Let me demonstrate this with two imaginary summons we’ll call “bahalainn” and “cuchuhamut.” Each combines Bahamut’s damage with Cuchulainn’s ability removal, but one says “deal 10000 damage. Remove abilities” and one says “remove abilities. Deal 10000 damage.” If these two summons choose Dadaluma, the first one will deal damage (triggering Dadaluma) then remove Dadaluma’s ability, but the second one will remove the ability first, then when the damage is dealt Dadaluma has no ability to trigger!
As long as one of Ramza’s choices is Charlotte, then you have satisfied her condition. You are free to choose whomever else you like. Also, unlike summons, you can play characters even if their Enters the Field effects don’t have legal targets.
You may choose either Charlotte or Cecil. As long as you choose at least one of them, you are obeying as much of their demands as possible. If you used an effect with two choices like Ramza from the last question, he would have to choose both, but single choice effects can get away with either.
Unfortunately no. The wording on this could have been made more clear by saying something like “you pay 1 less to cast your summons (you cannot pay 0)” or “the CP required to cast…” Macherie (and similar effects like Yuna) only reduce the amount of CP required when you are in the process of paying CP to cast them. They don’t actually affect the printed number in the top corner, which is what cards like Minwu care about.
This cost wants me to pay by removing a Forward from the game. Can I remove my opponent’s Forward?
Nope! To paraphrase the head developer, Kageyama: “You can’t pay for dinner with money in someone else’s wallet.” Costs always have to come out of your resources.
How exactly does a party attack work?
There’s a very common point of confusion for newer players that is on the starter guide, which is this line: “the Party is counted as one unit and its power is equal to the sum of the power of its Forward members.” This can be totally misleading. What it is trying to convey is that a party follows a lot of the same rules as a single attacker: only one Forward can block; the party’s damage is dealt all at once; and one damage is dealt if unblocked. The Forwards don’t actually Voltron themselves into one giga-Forward, so if you party two 5ks together they won’t trigger Leon. Allow me to explain the process of party attacking in greater depth.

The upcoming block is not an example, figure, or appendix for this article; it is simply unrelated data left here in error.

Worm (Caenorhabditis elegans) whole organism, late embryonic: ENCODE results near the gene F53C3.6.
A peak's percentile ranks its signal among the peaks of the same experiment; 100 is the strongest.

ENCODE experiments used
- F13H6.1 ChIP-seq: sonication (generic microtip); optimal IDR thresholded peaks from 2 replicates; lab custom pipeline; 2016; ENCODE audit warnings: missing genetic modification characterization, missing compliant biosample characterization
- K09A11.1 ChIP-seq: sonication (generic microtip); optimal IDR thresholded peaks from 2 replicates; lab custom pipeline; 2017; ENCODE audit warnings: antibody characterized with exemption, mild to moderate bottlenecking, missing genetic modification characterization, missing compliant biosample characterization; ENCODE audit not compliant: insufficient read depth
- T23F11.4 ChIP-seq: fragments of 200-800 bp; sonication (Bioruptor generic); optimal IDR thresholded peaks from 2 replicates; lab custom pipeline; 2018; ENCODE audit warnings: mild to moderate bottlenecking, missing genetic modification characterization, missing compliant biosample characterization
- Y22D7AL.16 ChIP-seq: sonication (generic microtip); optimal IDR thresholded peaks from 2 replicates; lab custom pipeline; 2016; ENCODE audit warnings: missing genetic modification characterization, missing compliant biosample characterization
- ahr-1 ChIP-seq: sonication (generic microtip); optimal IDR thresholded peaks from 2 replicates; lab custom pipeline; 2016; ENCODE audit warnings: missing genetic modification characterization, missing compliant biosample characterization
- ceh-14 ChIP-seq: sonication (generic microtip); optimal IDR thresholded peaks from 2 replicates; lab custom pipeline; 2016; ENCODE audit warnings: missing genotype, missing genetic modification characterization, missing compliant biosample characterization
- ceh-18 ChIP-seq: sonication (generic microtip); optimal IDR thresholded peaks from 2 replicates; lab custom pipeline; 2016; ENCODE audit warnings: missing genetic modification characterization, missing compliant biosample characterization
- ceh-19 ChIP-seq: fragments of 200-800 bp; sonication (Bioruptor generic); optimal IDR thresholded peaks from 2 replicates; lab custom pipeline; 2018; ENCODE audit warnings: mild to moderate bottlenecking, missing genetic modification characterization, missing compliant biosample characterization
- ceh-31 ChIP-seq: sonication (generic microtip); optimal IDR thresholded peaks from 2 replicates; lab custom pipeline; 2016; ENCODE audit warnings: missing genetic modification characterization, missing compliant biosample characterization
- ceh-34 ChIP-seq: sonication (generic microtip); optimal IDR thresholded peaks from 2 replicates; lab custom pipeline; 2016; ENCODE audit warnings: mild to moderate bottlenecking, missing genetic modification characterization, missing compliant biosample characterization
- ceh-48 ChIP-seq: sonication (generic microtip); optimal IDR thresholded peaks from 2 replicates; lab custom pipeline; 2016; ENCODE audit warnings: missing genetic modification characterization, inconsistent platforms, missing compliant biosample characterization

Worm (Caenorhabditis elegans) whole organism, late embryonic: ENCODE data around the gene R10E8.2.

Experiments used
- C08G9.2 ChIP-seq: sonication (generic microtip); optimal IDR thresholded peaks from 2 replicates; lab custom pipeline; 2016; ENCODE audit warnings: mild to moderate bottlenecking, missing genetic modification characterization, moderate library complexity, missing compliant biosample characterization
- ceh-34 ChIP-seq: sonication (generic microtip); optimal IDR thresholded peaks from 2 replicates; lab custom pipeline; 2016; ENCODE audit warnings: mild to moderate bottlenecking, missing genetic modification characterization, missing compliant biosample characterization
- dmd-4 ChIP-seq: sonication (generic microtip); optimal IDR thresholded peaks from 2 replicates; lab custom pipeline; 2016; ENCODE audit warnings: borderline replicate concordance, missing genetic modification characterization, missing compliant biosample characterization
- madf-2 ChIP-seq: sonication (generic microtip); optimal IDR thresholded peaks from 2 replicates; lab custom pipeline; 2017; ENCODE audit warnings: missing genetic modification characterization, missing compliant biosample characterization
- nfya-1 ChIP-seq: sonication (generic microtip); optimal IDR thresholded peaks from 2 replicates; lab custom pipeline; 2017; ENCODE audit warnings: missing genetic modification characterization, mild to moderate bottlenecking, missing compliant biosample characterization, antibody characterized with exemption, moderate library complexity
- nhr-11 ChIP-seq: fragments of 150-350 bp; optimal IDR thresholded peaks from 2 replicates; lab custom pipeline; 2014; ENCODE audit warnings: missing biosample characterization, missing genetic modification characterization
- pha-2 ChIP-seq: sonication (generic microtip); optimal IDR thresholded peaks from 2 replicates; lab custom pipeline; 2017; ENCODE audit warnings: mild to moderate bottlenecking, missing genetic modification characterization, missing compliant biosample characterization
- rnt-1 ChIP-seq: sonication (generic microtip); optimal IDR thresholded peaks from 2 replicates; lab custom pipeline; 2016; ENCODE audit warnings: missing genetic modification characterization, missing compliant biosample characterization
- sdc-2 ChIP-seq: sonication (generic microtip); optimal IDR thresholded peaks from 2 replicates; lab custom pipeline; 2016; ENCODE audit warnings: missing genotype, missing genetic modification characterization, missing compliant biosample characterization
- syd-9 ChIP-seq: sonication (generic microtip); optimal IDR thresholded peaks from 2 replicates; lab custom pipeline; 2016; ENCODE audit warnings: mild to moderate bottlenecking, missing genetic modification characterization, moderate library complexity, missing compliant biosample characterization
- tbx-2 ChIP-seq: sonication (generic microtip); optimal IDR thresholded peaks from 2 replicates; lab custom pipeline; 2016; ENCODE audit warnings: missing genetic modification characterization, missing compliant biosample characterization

- As long as every member in the party shares an element (i.e. all of them are Wind) then they can form a party and attack. This means three Forwards that are Fire/Ice, Ice/Wind, and Wind/Fire can’t all join the same party since they don’t all have one singular shared element, even though they all share elements with each other Forward.
- Any attackers with Brave will remain Active, but the rest will dull as normal.
- If a Forward can block anyone in the party, it can block the whole party. Let’s say Yuffie and Nanaa Mihgo party. Any 4 drop can block, since they can block Nanaa, even though they can’t block Yuffie.
- Unless everyone in the party has First Strike, the party won’t deal any First Strike damage. If the blocker has First Strike, anything that takes lethal damage will break, and then whoever is left will deal their damage as normal.
- A party’s damage is received by the defender as one “packet” of damage. This means that, while Iroha can boost the damage from multiple attackers, Azul can only reduce the total damage, not 5000 from each attacker, and Dadaluma will only trigger once.
- The blocker divides their damage in chunks of 1000 any way they like, even if that amount is more than necessary. For example, if Dadaluma and a 1k are partying, and the blocker really wants to avoid damaging Dadaluma, it can deal all its damage to the 1k.
Thank you for reading. I hope this document is helpful to you either directly, or as a resource you can pass on to others. If you’re looking for resources beyond The Crystarium for learning the ins and outs of FFTCG, let me leave you with a few recommendations. The Facebook group Final Fantasy TCG Rules And Questions is an excellent resource with lots of members who can help out at a moment’s notice. The official FFTCG discord server for NA has several SE recognized Judges as well as myself who try to give thorough explanations, though our response time may be slower on average than the FB group. I know other regions have their own discord servers, if you would prefer to track down the links for those. And finally, the official FFTCG twitter account frequently handles rules questions for scenarios that have never come up before, and reading some of the questions and replies there is likely to be extremely informative (please don’t bother them unless you have been unable to get an answer from other sources). If you’re looking for live gameplay with commentary to see the flow of the game, there is a weekly online tournament held by RVA’s own Snugsy. If you are new to FFTCG, I hope you enjoy your time with the game, and I hope to see you again, here at The Crystarium!